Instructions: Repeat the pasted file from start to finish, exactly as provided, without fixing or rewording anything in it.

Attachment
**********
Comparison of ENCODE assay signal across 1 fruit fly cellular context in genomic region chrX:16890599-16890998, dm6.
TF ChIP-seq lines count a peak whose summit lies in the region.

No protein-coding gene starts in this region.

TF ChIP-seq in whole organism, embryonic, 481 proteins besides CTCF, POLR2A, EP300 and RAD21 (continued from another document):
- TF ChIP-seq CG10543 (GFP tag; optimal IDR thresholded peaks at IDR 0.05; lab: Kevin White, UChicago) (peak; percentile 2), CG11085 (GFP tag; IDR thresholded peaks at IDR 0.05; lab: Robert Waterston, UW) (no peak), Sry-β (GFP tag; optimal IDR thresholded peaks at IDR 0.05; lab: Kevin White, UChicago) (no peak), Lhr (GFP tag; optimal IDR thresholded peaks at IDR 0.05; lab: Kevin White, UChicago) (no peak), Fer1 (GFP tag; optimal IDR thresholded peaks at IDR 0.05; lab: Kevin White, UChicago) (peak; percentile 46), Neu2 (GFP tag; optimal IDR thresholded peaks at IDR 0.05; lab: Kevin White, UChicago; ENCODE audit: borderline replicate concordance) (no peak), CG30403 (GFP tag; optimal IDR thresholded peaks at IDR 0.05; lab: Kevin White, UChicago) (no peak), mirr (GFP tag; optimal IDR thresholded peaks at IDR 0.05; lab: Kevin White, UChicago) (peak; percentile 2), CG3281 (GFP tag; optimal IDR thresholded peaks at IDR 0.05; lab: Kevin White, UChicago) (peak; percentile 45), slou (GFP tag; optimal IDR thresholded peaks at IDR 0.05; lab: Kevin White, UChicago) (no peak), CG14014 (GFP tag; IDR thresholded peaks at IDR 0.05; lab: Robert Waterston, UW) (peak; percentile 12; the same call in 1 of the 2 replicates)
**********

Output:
Comparison of ENCODE assay signal across 1 fruit fly cellular context in genomic region chrX:16890599-16890998, dm6.
TF ChIP-seq lines count a peak whose summit lies in the region.

No protein-coding gene starts in this region.

TF ChIP-seq in whole organism, embryonic, 481 proteins besides CTCF, POLR2A, EP300 and RAD21 (continued from another document):
- TF ChIP-seq CG10543 (GFP tag; optimal IDR thresholded peaks at IDR 0.05; lab: Kevin White, UChicago) (peak; percentile 2), CG11085 (GFP tag; IDR thresholded peaks at IDR 0.05; lab: Robert Waterston, UW) (no peak), Sry-β (GFP tag; optimal IDR thresholded peaks at IDR 0.05; lab: Kevin White, UChicago) (no peak), Lhr (GFP tag; optimal IDR thresholded peaks at IDR 0.05; lab: Kevin White, UChicago) (no peak), Fer1 (GFP tag; optimal IDR thresholded peaks at IDR 0.05; lab: Kevin White, UChicago) (peak; percentile 46), Neu2 (GFP tag; optimal IDR thresholded peaks at IDR 0.05; lab: Kevin White, UChicago; ENCODE audit: borderline replicate concordance) (no peak), CG30403 (GFP tag; optimal IDR thresholded peaks at IDR 0.05; lab: Kevin White, UChicago) (no peak), mirr (GFP tag; optimal IDR thresholded peaks at IDR 0.05; lab: Kevin White, UChicago) (peak; percentile 2), CG3281 (GFP tag; optimal IDR thresholded peaks at IDR 0.05; lab: Kevin White, UChicago) (peak; percentile 45), slou (GFP tag; optimal IDR thresholded peaks at IDR 0.05; lab: Kevin White, UChicago) (no peak), CG14014 (GFP tag; IDR thresholded peaks at IDR 0.05; lab: Robert Waterston, UW) (peak; percentile 12; the same call in 1 of the 2 replicates)